Writing a College Paper Part V: the Peer Review

The peer review is always the trickiest part of the writing process. A lot of people don't use the resource of peer review's seriously and therefore don't realize it's full potential. A peer review is one of the best things you can do in your writing process. When you sit down to write something, whether it takes 1 hour, 1 week, or 1 month, you become consumed in it; you start to not notice when you write something awkwardly or maybe you just don't know how to say what you want to say. That's where the peer reviews become really helpful. 

Once you complete your REALLY rough draft, it's time for a peer review. Now this draft should not be great. It should be a narrative of ideas describing what you want to say in your paper. 

I always recommend having two separate people peer edit for you: the first should be in your class/ familiar with the material, and the second should be someone who knows nothing more than common sense about the subject and is not in your class. The reason your first peer editor should be in your class is because this draft of your paper is just your ideas. If you have someone who is in your class and familiar with the material, they can interpret what your trying to say and may be able to help word your thoughts better.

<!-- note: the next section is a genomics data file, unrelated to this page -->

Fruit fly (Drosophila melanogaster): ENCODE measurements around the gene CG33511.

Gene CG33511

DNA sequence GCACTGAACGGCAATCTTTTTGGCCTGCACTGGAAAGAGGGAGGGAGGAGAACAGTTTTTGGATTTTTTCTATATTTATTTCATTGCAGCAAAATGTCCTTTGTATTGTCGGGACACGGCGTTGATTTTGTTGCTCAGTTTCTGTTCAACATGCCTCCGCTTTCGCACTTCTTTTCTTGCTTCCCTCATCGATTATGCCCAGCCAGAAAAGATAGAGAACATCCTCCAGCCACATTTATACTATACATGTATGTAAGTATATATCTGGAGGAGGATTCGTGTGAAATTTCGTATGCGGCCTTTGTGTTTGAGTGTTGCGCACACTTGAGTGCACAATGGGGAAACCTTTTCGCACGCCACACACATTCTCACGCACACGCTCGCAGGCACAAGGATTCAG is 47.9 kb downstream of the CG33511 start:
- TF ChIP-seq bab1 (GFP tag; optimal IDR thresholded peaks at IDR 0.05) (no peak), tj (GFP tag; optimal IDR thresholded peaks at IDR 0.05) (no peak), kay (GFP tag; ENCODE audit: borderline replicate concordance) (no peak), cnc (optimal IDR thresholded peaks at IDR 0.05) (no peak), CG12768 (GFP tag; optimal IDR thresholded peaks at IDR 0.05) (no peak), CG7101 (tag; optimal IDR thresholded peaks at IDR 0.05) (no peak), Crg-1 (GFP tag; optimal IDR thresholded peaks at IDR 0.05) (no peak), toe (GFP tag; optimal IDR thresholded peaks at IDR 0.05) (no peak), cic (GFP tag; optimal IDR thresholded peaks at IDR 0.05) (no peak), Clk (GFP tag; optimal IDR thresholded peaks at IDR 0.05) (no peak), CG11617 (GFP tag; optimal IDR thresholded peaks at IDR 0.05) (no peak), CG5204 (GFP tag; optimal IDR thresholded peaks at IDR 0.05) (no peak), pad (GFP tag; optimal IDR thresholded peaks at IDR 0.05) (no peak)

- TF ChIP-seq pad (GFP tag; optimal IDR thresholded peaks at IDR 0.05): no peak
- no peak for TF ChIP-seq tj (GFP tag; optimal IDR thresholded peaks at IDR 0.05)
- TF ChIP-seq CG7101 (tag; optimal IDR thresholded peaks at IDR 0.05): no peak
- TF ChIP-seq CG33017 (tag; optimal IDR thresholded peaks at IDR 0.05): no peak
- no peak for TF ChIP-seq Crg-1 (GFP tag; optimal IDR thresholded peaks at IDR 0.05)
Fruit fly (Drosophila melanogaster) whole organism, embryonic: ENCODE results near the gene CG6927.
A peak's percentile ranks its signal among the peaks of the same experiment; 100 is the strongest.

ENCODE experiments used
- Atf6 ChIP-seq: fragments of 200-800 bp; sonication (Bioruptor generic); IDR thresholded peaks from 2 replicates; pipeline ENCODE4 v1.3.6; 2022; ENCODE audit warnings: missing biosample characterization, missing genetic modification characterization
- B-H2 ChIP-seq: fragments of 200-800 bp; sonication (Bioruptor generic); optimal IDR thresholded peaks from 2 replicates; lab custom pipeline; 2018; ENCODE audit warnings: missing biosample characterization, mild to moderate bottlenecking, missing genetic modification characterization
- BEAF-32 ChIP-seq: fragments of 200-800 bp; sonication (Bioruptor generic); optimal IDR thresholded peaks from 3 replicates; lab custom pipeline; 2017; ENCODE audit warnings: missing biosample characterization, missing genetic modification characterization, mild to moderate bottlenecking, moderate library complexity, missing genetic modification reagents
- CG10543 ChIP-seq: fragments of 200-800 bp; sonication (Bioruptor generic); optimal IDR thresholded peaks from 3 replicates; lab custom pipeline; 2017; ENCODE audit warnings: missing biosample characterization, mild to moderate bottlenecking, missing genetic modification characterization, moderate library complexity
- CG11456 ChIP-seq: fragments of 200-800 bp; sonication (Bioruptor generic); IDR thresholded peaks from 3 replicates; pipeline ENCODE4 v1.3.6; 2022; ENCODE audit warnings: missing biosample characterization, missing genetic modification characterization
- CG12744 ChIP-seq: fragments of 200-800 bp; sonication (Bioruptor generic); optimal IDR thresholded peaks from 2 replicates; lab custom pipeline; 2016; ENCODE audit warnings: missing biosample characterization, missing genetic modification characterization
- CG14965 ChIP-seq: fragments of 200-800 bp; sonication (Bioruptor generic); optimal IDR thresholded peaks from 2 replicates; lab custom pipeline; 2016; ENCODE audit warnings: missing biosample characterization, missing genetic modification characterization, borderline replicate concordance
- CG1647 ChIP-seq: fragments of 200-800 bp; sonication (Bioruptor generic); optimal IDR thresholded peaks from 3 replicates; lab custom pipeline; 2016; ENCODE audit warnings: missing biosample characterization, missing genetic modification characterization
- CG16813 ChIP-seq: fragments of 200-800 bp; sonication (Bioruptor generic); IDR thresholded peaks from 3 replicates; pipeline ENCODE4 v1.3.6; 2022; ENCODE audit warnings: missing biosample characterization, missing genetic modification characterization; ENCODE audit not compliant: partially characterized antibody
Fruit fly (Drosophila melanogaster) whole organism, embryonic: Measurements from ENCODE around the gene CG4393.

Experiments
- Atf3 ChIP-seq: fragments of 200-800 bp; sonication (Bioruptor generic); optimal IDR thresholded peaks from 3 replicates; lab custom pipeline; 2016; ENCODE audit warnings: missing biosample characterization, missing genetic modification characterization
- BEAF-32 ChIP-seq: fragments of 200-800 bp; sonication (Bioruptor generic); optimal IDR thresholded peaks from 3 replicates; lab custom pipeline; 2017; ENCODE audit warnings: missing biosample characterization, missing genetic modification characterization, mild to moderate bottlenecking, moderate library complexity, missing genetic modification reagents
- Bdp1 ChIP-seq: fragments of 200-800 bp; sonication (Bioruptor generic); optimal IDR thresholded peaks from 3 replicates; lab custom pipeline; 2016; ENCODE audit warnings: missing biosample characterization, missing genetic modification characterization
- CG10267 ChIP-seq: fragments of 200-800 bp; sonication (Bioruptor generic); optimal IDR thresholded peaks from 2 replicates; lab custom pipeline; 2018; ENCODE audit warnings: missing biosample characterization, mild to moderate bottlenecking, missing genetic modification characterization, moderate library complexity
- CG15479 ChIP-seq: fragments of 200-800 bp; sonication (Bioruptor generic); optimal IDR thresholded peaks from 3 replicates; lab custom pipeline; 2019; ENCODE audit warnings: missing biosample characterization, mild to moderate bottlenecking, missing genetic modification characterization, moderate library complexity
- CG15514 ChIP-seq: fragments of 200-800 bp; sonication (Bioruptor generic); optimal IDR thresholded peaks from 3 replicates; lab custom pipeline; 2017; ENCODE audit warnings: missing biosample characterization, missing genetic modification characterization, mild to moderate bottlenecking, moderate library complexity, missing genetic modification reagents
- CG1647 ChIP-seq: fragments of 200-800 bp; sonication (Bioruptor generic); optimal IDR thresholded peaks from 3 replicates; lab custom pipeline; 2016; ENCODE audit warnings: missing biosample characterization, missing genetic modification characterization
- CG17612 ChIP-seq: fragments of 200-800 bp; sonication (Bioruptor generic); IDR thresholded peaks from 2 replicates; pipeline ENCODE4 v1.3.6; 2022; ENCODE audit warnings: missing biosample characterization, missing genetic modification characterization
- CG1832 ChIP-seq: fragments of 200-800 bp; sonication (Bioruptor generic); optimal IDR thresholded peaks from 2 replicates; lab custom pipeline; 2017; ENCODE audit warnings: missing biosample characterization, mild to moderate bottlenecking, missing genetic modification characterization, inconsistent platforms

After writing your second or final draft have someone who is not in your class review it. This can ensure that you are getting your message across clearly, since the whole point of a paper is to introduce and explain a point to even someone who knows nothing on the subject. You want them to pick up your paper and completely understand your thought process when they get to the end. They will also be able to point out more simple and easily missed errors or grammatically incorrect sentences that you may not have noticed while writing the paper. 

Always remember to take peer recommendations with a grain of salt. You may encounter a peer editor who has no sense of grammar, or who tries to correct a statement you've made that you know is correct. It may be helpful to have multiple people revise the same draft to avoid poor peer edits. 

Happy revising!